The new law passed in California "begins to address the issue of cost shifting, and it acknowledges that there is an infrastructure called the grid that must be paid for," Owens said.

But a battle is ahead on the details. One idea being considered in California is to charge solar customers a monthly fee, similar to what Arizona regulators did. Another proposal would allow utilities to pay a wholesale rate for electricity generated by rooftop solar systems, which can be several times lower than the retail rate.

That's similar to the proposal by Colorado's Xcel Energy, which has asked state regulators to reduce the net metering rate from 10.5 cents per kilowatt-hour to 4.6 cents. "Times have changed" since the early days when solar needed help getting off the ground, Xcel says.

Solar advocates agree that times are changing, but they say utilities are the ones that are failing to adapt. "Paying only 3.5 to 4.5 cents per kilowatt-hour for electricity generated at the point of usage inside a distribution network at peak period times of day is simply highway robbery," Browning said.

Rather than raising rates, utilities need to rethink their business model, Browning said.

"What we're looking at here is a total potential transformation of the energy business," he added. "There's a regulatory compact that gives utilities a monopoly to serve the public good. The public good is a renewable future, and either they adapt to these new realities, or they'll go the way of the dinosaurs."

SEPA is in a unique position, with members including both utilities and companies in the solar industry, and it has tried to seek a middle ground. Eran Mahrer, SEPA's executive vice president for research and strategy, notes that on the one hand, utilities believe net metering fails to put a proper value on the grid that solar households continue to rely on, for power when it's nighttime or cloudy, and to help manage excess power they produce during the day. On the other hand, the solar industry says utilities are failing to see the premium value of the renewable energy they provide, Mahrer says. "It's clean. It helps meet policy objectives," he says. "It lightens the burden on transmission. It reduces operating costs. It very likely delays the need to make new investments because the solar energy peaks in the middle of the day at the peak time for consumption."

SEPA's view is that electricity rates, as currently designed, don't show clearly either the value of the electric grid, or the value of solar energy, and aren't very transparent about other system costs and benefits. Because rooftop solar is going to be playing an increasingly important role in the energy mix, SEPA argues that utilities and other stakeholders need to collaborate on a new approach for utility billing to reflect the evolving power system. "Through collaboration the two industries can work to maximize the grid value of the solar resource while also continuing to drive down the costs," says Mahrer.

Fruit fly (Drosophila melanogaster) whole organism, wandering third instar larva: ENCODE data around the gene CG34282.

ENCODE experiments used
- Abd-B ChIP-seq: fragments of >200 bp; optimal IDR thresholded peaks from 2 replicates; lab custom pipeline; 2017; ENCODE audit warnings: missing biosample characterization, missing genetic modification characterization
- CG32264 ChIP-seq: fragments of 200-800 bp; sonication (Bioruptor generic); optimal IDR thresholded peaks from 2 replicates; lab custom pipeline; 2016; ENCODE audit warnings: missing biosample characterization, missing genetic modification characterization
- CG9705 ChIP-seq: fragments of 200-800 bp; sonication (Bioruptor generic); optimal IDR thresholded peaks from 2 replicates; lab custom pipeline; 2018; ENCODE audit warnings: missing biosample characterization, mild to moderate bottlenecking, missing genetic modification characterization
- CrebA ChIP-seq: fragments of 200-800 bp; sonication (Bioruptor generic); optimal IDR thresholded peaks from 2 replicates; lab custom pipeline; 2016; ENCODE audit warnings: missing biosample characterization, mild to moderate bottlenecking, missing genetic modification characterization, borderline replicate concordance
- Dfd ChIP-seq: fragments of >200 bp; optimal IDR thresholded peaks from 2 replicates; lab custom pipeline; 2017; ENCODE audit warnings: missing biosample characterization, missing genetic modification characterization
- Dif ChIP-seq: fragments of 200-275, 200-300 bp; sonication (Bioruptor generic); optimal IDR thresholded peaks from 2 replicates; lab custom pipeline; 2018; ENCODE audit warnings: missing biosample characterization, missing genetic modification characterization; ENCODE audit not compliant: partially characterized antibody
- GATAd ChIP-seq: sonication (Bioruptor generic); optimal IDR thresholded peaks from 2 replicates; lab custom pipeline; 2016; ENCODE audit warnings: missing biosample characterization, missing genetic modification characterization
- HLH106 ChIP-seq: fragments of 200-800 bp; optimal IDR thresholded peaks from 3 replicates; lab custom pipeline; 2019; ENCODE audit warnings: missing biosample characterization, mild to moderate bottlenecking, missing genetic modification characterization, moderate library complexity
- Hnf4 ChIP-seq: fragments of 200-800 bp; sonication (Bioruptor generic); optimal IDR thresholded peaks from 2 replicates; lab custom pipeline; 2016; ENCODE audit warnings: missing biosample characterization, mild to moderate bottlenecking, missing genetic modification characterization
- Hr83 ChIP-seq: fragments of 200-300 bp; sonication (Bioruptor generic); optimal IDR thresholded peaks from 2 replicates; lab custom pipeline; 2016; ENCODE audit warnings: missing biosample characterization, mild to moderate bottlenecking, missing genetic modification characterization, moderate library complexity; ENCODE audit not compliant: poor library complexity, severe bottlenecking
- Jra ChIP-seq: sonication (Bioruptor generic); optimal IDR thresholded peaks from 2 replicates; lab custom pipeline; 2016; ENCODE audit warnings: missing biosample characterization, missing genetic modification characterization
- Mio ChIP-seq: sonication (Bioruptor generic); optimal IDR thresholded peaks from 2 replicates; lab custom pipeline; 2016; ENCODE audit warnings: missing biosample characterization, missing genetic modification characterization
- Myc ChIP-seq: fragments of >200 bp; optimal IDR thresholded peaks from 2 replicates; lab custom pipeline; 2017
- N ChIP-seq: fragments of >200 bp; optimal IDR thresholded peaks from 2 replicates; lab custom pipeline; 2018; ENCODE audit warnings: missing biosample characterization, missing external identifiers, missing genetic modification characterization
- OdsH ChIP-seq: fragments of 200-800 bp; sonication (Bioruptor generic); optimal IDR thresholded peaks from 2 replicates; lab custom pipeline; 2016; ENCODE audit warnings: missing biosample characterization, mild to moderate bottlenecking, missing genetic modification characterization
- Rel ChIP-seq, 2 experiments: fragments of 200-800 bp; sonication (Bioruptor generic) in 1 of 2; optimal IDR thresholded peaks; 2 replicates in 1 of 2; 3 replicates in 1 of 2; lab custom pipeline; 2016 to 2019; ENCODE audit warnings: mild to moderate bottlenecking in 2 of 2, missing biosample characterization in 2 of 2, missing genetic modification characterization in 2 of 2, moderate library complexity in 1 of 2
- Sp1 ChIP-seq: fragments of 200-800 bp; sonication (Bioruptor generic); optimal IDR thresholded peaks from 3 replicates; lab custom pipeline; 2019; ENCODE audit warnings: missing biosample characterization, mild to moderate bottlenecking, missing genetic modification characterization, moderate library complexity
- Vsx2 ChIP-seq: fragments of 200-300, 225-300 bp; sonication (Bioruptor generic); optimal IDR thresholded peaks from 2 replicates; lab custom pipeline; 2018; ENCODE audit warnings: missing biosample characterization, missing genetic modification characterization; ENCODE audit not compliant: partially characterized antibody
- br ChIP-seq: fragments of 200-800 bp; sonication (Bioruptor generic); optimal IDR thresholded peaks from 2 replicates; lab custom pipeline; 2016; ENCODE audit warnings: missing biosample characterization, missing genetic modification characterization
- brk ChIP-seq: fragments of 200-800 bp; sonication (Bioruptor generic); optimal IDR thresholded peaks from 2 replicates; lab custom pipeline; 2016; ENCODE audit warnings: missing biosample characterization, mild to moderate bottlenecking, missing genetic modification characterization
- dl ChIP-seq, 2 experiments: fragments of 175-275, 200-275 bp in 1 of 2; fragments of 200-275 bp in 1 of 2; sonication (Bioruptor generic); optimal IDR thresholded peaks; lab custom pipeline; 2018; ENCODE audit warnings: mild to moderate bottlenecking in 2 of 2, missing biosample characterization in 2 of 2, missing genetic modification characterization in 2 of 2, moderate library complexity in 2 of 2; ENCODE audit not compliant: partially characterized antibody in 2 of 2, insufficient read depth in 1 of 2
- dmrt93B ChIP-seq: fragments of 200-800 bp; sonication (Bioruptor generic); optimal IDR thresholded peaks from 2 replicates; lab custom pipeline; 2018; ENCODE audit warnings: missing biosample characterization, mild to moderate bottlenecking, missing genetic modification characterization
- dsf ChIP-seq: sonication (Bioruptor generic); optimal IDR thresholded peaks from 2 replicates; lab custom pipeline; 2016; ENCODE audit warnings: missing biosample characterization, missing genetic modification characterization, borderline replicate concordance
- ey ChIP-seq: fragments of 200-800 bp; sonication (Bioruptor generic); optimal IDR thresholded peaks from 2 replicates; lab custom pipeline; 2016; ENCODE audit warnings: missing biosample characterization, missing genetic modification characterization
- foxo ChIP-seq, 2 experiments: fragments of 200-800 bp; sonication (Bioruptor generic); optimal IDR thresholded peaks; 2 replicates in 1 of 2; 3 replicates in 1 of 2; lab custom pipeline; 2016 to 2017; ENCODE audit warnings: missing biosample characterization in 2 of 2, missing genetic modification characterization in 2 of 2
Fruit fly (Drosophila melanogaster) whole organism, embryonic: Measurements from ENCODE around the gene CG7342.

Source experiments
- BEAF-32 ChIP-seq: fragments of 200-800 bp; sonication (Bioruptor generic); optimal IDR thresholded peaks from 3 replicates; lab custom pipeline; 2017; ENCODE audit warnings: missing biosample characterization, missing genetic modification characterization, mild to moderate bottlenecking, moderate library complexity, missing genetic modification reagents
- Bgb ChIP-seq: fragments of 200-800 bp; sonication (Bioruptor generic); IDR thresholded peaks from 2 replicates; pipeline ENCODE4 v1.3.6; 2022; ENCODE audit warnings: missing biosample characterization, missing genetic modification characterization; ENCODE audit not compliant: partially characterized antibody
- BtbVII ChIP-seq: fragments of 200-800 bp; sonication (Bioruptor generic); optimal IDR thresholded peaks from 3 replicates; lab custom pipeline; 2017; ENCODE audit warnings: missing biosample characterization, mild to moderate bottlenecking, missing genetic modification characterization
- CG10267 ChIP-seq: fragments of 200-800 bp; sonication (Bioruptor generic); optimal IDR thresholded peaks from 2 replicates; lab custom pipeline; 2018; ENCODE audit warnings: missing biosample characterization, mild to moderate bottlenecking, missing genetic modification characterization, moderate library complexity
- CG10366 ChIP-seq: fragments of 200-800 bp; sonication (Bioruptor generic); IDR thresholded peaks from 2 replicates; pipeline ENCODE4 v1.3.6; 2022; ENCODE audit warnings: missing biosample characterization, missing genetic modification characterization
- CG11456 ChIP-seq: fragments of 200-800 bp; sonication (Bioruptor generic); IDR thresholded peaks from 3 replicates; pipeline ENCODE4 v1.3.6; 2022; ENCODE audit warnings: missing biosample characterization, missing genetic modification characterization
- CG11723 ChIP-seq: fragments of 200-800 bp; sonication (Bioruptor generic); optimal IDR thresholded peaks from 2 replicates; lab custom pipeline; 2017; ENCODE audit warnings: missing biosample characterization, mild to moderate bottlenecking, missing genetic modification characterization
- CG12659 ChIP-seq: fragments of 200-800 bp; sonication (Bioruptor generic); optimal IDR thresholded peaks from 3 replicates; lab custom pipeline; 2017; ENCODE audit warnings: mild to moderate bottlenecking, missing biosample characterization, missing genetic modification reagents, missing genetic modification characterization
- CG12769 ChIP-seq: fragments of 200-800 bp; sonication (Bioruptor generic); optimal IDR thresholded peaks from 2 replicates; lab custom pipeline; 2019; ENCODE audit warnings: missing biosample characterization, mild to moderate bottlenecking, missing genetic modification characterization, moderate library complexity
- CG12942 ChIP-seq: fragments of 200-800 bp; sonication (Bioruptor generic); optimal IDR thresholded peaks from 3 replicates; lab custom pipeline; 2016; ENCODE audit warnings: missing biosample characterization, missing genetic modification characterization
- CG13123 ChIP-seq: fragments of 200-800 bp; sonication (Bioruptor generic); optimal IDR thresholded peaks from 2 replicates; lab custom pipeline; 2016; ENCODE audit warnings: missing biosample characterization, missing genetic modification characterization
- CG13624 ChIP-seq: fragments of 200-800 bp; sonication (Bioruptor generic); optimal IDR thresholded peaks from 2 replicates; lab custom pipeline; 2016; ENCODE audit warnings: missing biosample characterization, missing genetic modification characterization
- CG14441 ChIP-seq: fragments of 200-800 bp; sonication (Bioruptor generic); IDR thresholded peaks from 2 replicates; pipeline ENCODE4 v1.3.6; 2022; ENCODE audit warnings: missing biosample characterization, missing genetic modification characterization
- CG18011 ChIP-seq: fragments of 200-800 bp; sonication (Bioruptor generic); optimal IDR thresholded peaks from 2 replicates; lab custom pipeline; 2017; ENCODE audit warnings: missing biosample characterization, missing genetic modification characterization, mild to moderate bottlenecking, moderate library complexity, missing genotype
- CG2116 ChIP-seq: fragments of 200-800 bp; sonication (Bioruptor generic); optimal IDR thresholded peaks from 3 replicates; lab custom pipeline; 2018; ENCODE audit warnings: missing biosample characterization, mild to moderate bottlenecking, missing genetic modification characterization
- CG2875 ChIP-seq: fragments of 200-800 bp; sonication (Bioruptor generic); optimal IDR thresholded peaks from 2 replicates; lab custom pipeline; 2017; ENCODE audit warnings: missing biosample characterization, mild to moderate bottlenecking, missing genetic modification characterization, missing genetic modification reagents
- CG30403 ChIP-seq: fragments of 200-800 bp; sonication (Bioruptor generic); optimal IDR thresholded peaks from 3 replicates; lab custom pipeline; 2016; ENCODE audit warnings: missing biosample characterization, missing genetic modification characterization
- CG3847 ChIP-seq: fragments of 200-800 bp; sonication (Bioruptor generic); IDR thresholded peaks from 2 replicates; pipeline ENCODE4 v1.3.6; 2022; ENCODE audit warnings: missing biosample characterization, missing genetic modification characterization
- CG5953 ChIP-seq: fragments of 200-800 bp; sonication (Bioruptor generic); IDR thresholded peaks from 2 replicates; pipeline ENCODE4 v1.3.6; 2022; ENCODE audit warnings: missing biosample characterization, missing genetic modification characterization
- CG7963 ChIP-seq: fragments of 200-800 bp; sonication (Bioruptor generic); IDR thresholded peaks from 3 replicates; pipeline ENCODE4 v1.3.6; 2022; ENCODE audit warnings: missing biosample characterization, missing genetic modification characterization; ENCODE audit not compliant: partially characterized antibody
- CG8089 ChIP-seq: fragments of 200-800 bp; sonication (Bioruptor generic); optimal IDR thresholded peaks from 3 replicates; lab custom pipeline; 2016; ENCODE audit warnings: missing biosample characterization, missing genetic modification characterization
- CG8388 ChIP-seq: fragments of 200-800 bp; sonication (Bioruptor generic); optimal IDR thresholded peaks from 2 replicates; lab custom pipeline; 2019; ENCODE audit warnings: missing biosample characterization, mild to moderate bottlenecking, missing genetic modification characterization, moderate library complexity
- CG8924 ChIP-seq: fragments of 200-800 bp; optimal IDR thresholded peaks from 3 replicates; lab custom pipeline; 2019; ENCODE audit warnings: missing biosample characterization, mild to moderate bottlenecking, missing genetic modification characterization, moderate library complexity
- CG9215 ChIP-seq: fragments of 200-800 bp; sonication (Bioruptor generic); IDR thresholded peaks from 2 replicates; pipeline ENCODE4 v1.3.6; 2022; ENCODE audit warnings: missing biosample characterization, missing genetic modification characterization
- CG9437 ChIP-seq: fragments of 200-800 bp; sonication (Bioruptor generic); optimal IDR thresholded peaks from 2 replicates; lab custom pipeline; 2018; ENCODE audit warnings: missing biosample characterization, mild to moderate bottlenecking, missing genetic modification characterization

The result may be utility bills that look very different than today's. Some experts, for example, have noted that "time-of-day pricing"—charging more for electricity used in peak daytime hours, and less at low usage hours—is more friendly to solar energy than today's flat-rate structure. And few other nations use net metering as a way to incentivize solar. Other leading solar energy nations, such as Germany and Japan, instead use feed-in tariffs, which set an above-market price for renewable power based on its higher cost and perceived higher value, giving consumers an opportunity to make money from their investment (as opposed to just gaining a break on their utility bill). Household electricity prices average 55 cents per kilowatt-hour in Germany, compared to 13 cents in the United States.

U.S. Energy Secretary Ernest Moniz says the net metering dispute is an important milestone for renewable energy. "Without taking sides in the argument, [the net metering disputes are] one indication that this is 'revolution now,'" he said at a Washington forum on energy security earlier this fall. "These things are all coming to a clash, and challenging business models. That to me is a pretty good definition that these are technologies whose time is really here and now."

Marianne Lavelle also contributed to this report.

Follow Ker Than on Twitter.

This story is part of a special series that explores energy issues. For more, visit The Great Energy Challenge.